Originally a one-man band from New Zealand, founding member Krigeist’s relocation to Scotland brought new opportunities to enhance his music and after session members and live line-ups were solidified, Barshasketh began to take the form that we see today on their fourth full-length, Barshasketh. Stripping back their sound to that of their early days, Barshasketh are reclaiming the essence of black metal and while their music isn’t breaking down barriers or smashing genre lines, the expertise and musicianship on display here is more than solid and definitely worth multiple listens.
This year has been incredible for music and metal in particular. Choosing records to include on a “best of” list is a personal thing and so I chose records that I enjoyed for their creativity, emotion, spirituality or message.
I did some cool things in 2018 in terms of writing and I went to some new places. Switzerland felt more like home each day. My day job in interesting and I’m learning a lot. I took lots of photographs and some will be included on an album release.
I hope to continue writing for Metal Hammer, The Quietus, Scene Point Blank and sporadically, myself in 2019 and I hope to hear a lot more exciting music.
Last month found The Round Up Tapes exploring Devouring Star’s The Arteries of Heresyand further to that study a conversation with Devouring Star’s founder, JL, was had. Below are the results of that conversation which was conducted via email.
What was the driving force behind creating Devouring Star? What does the name mean to you?
The driving force on creating Devouring Star was the necessity for a creative platform for my concepts, it comes down to the simple fact that music was the only way of expressing these things for me and metal music in particular due to the fact that I am and was fond with it.
The name ‘Devouring Star’ is a reference to a black hole, yet it is also a metaphor for something that consumes yourself ultimately.
Do you see Devouring Star becoming an all-consuming part of your life or are you able to separate that side of yourself from the world?
No matter what, life itself is as boring as it is for everyone else, no mysticism required here. We eat, we shit, we sleep. So naturally Devouring Star isn’t a part of the daily routines. However the concepts in Devouring Star present my personal beliefs in such a way, that it is always a part of me and it is something that is separated from me unto music. Back in 2013 when Devouring Star started, has however affected my life dramatically.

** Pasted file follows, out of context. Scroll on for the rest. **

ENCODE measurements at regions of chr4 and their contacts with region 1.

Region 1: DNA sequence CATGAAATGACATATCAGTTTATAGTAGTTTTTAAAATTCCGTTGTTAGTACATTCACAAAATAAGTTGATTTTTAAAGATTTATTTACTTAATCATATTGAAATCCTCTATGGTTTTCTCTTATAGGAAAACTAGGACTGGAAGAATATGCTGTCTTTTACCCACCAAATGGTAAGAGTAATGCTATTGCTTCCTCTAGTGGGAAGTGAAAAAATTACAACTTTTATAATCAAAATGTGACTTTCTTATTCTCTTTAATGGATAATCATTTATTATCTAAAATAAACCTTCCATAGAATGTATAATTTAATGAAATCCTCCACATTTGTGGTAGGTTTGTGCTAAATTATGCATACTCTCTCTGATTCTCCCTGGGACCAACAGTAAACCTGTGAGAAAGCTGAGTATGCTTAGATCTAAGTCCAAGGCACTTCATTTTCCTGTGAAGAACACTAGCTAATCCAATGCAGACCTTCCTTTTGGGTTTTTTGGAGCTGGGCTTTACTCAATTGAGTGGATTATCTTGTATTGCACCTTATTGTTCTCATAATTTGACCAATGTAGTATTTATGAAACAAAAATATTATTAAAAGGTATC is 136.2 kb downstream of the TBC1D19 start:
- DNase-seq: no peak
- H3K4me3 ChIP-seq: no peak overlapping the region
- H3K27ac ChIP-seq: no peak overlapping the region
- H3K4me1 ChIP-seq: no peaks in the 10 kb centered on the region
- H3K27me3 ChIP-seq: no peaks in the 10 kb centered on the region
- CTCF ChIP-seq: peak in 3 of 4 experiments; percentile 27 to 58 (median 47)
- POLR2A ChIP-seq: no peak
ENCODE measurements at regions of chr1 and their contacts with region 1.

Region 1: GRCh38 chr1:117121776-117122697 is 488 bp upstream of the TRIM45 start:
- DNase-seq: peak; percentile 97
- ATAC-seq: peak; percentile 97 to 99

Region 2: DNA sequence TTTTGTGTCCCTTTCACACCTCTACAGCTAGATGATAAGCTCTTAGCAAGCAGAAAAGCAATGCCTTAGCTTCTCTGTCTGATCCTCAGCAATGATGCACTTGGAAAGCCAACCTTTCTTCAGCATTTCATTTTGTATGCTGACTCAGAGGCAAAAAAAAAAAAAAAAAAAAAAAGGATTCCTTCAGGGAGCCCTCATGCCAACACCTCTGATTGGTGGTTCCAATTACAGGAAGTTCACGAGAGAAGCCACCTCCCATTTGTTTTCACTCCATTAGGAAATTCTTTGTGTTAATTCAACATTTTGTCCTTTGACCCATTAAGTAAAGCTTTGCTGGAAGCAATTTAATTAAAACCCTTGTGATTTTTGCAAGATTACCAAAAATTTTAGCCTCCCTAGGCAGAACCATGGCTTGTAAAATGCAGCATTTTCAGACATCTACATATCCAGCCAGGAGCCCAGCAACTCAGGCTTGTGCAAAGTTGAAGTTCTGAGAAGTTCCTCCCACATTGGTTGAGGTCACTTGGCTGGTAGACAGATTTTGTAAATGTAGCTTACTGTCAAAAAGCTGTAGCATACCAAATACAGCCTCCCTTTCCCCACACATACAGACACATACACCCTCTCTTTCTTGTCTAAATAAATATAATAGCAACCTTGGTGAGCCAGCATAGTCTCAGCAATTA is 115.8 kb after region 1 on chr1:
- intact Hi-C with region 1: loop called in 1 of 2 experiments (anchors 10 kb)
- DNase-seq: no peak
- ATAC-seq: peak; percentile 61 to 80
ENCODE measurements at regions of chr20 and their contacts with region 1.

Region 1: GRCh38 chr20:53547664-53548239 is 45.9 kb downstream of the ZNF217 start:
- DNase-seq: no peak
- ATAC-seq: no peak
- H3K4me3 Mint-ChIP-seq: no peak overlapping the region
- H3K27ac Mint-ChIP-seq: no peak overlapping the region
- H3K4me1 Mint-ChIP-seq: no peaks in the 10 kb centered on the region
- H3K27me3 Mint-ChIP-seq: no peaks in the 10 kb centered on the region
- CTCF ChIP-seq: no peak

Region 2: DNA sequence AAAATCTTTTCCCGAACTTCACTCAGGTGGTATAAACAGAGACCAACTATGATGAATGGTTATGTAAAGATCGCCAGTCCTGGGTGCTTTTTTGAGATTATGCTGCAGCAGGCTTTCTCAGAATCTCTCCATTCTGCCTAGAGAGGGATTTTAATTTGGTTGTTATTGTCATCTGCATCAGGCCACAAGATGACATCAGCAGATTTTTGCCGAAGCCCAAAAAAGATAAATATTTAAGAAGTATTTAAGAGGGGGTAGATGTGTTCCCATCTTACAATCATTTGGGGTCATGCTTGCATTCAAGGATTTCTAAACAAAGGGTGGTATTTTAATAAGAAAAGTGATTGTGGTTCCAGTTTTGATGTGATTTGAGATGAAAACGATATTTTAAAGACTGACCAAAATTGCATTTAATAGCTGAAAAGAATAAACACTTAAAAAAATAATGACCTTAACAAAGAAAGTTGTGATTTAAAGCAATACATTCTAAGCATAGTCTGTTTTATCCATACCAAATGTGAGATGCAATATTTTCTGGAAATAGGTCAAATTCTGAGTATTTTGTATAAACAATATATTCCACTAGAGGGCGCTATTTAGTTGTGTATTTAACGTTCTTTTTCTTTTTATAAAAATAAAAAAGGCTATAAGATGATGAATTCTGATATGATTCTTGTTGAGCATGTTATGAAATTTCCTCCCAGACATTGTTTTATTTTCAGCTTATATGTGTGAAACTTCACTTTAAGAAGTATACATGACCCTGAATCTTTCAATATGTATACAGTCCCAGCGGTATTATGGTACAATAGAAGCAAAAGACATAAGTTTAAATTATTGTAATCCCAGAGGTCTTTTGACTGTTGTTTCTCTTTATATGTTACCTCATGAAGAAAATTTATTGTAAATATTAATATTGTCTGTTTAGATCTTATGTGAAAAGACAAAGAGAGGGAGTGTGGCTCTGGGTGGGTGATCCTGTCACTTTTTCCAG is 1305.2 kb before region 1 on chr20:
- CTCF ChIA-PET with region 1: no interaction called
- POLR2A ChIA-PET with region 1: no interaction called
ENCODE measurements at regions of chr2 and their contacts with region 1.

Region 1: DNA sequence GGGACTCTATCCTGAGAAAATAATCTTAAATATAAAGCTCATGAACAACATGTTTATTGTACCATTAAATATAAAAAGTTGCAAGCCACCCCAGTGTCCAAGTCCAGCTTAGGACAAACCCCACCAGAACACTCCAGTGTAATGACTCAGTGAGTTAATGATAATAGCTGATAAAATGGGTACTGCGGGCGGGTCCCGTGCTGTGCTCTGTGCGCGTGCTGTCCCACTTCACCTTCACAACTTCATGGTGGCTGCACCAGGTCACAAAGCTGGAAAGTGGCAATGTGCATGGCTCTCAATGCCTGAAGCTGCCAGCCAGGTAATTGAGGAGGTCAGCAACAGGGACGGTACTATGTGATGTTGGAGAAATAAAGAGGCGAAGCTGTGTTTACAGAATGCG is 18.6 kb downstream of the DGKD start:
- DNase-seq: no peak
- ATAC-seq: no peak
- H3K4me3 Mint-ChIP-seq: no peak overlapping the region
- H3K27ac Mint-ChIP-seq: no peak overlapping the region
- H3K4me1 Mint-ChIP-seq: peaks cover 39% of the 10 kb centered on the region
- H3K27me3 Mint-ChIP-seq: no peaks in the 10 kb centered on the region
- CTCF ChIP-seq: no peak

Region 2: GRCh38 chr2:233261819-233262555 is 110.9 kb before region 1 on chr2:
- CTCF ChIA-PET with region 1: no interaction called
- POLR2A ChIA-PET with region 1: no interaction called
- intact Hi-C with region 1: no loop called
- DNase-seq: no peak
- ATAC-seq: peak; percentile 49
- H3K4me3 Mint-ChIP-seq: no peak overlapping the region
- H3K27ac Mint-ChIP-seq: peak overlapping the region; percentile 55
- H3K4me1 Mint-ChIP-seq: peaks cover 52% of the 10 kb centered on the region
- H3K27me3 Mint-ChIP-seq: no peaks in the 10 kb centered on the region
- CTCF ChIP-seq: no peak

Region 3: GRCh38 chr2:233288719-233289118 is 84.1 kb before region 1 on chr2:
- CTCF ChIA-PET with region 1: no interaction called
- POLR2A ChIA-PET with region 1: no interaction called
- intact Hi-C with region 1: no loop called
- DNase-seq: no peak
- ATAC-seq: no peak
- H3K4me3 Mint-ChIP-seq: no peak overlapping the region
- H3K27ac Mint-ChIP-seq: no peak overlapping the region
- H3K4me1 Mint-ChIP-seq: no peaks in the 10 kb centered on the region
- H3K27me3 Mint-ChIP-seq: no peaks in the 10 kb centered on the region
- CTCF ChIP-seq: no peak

Finland’s Devouring Star plays with evil as theme but does so in less Satanic ways and rather explains that mankind itself is the ultimate embodiment of sin, that humans are the scourge and that religion is not the hopeful tenet that we have been led to believe.
The Arteries of Heresy is Devouring Star’s second full length and the person behind it all, JL, is using the band as a vessel of deliverance for personal enlightenment. There’s a sense that the evil that lurks within is one of primal matter and on “Procreation of Blood” the chaos is laid bare for all to see. Within the maelstrom are subtle grooves that can be latched on to in order to orientate oneself but for the most part the song, and the album as a whole, is an ode to embracing sin and taking it into yourself in order to fulfil your purpose on this earth.
The Round Up Tapes is generally a “hey, I liked this and maybe you will, too,” kind of deal, but sometimes I get sent albums that I may not have come across otherwise – the world of music is huge, of course, and hearing everything is nigh on impossible. With that in mind here are three debut records that were sent my way recently that I enjoyed and perhaps you will too. They all encompass metal in various ways – whether it’s the more straightforward black metal of Bleakwood, or the melancholy of Dawnwalker or the doomed passages from STAHV – but all of the music featured here is passionate and worth your time.
2017 has been an interesting year for music, for realisations, for speaking out and for making changes. Personally, I made a big move to another country (Switzerland) which has been overwhelming at times. I got a job fairly quickly and I’m still trying to figure this country out but mostly I feel settled here.